Zhu Zhenghuai from Hunan province, the first passenger to buy real-name tickets for the Wuhan-Guangzhou high-speed railway, shows his tickets at a ticket office in Guangzhou on Monday. Lu Hanxin / Xinhua
GUANGZHOU - Australian David Brown felt completely lost in the hall of the Guangzhou Railway Station, in the capital city of Guangdong province, on Monday, watching thousands of people forming long lines to buy tickets.
"I had no idea where so many people came from, and I had heard nothing of the mass passenger transportation in China when I was in Australia," the 28-year-old said.
Earlier this month, Brown traveled from Yunnan province to Guangzhou. He is planning to leave for Nanning in the Guangxi Zhuang autonomous region on Monday. He decided to take a long-distance bus after seeing the crush for railway tickets.
On Sunday, railways stations across the country began selling tickets for the peak travel season of the traditional Chinese New Year, which lasts 40 days from Jan 19 to Feb 27.
The transport sectors and the Chinese passengers seemed to be better prepared than Brown.
Since the Chinese New Year, or Spring Festival, is the most important Chinese festival for family reunions, most people return home from work or study during this season, which is called chunyun in Chinese.
During the 2011 chunyun there will be 2.56 billion bus journeys, up 11.6 percent from 2010, and 230 million train trips, up 12.5 percent from last year, the ministries of transport and railways have predicted.
The Guangzhou Railway Station opened all its 20 ticket booths, built six tents outside the hall as waiting areas, and transferred 70 staff members from railway management companies to maintain order at the booths.
Cai Mingjun, one of the order-keepers, said that all the staff were in place by Sunday, but the huge numbers of passengers still exceeded their expectations.
"But this is not yet peak time. We should make really serious preparation for Jan 19, when chunyun begins," Cai said.
In Shanghai, 850 ticket offices and 160 automatic ticket machines were selling train tickets all over the city.
Last week, to prevent ticket scalping, the Shanghai railway police cleared up 276 scalping operations, seizing 544 suspects and 2,945 train tickets worth more than 420,000 yuan ($50,600).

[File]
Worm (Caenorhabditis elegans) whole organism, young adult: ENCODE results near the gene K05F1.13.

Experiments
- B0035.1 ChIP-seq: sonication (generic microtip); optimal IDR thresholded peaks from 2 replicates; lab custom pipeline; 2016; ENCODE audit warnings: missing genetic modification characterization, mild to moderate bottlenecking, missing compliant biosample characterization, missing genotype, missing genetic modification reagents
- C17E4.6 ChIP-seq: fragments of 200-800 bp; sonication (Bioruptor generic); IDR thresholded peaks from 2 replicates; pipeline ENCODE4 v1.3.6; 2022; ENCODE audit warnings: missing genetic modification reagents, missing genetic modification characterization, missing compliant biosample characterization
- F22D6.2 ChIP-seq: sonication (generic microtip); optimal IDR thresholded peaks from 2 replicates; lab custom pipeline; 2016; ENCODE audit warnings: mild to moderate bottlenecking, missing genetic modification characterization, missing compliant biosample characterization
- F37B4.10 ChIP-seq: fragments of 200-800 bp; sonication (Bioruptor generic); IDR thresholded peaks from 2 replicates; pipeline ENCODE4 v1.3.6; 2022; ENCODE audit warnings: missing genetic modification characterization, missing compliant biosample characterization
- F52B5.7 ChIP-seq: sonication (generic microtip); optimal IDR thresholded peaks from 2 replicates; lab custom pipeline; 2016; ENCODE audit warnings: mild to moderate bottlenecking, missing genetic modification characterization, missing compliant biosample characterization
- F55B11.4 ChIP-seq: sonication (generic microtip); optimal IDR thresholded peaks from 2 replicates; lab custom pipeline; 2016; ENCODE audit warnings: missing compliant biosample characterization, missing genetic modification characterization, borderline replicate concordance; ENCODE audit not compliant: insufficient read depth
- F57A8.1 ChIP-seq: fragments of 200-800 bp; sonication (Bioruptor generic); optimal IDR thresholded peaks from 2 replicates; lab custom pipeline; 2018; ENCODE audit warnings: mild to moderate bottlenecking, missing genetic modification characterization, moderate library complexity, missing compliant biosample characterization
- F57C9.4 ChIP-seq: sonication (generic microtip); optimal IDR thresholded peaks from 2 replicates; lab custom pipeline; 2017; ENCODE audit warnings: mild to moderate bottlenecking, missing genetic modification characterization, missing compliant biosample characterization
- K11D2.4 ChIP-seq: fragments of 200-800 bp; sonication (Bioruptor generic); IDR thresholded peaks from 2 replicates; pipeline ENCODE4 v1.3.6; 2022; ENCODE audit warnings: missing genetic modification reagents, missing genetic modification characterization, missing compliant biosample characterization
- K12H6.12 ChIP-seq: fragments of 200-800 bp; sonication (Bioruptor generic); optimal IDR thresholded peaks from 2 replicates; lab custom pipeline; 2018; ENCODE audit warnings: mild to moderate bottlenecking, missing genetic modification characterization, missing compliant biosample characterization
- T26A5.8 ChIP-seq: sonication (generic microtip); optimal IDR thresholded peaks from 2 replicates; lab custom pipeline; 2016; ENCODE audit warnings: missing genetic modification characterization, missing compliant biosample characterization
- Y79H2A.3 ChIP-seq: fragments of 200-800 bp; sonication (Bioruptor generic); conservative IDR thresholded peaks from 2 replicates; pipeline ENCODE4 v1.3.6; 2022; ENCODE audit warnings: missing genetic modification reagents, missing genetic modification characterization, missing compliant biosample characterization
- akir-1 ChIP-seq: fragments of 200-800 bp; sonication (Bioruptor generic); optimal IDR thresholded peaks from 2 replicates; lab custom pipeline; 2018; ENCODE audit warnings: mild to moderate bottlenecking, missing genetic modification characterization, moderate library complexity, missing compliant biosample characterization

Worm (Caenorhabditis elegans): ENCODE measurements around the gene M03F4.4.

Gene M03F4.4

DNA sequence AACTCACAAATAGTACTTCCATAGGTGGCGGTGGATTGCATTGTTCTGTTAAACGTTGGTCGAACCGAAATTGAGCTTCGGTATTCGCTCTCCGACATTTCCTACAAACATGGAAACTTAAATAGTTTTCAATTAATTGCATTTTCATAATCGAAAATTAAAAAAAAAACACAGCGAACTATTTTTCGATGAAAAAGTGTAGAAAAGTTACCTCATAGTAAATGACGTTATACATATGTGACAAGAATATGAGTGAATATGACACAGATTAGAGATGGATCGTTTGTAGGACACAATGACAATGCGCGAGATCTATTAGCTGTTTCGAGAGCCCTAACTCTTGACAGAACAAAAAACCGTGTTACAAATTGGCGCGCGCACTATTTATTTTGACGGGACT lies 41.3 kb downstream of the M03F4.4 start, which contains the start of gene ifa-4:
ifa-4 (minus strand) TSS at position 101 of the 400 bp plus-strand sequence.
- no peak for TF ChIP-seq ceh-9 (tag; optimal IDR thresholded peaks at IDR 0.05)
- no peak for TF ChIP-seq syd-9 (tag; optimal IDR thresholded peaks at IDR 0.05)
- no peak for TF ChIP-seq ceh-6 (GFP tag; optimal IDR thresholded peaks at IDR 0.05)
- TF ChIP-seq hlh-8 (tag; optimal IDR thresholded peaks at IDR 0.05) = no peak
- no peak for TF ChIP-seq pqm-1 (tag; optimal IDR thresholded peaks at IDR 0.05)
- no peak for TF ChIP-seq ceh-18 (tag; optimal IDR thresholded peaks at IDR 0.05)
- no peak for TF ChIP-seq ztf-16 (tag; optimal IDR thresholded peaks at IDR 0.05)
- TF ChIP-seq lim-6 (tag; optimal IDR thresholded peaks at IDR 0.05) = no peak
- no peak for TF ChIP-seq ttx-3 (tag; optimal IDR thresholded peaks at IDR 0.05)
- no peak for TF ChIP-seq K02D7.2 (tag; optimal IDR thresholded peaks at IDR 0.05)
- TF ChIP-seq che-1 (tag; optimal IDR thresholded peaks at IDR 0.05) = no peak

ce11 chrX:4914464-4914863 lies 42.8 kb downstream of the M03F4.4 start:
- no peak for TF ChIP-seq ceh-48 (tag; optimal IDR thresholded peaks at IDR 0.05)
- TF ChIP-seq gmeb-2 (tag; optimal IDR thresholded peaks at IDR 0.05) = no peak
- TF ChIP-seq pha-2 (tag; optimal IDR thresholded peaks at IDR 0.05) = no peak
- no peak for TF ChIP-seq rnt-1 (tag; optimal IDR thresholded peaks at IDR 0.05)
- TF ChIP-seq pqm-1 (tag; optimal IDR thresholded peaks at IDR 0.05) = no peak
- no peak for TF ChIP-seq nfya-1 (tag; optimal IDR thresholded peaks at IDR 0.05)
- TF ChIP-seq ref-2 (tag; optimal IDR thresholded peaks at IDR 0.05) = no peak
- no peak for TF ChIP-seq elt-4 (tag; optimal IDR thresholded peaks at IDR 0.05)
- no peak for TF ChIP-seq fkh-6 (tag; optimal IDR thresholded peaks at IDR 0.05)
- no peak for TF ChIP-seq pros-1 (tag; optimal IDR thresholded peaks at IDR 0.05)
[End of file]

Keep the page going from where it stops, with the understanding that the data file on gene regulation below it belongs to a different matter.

In Central China, the Wuhan railways bureau introduced a real-name ticket system on Monday to curb scalping.
The system requires travelers to use their ID cards, or other personal identity papers, to book tickets, as occurred during the 2010 Spring Festival in some cities.
Jiang Qi, a resident in Wuhan, went to the railway station at 6 am and bought the city's first real-name ticket at 8:30 am.
"It took me only two minutes to buy a ticket - just show my ID card, scan it on an identification instrument, and print the ticket," Jiang said.
The passenger's ID number and name are printed on the bottom left of the ticket, and an inspector will check it when the ticket holder enters the station.
The system will also be used in some railway lines in Xi'an in Shaanxi province, Chengdu in Sichuan province, and Guangzhou.
Despite the measures against scalping, passengers still find it very difficult to buy tickets during chunyun.
"It's still very hard to buy tickets during the peak period, although the whole booking system and conditions for train tickets have been improved," said Yang Shuifeng, a female migrant worker in Shanghai who failed to get a train ticket back home for Jan 20 after waiting for hours on Monday.
She had to come back to the ticket booth early on Tuesday morning for a ticket for Jan 21.
Demand for buses, an alternative choice for passengers who failed to get a train ticket, went wild even earlier.
"On Jan 1 we started selling bus tickets with a 24-hour service," said Zhang Yongbin, director of Shanghai General Long-Distance Bus Station.
By Monday afternoon, the station had sold 40,000 tickets to more than 100 destinations.
(China Daily 01/11/2011 page3)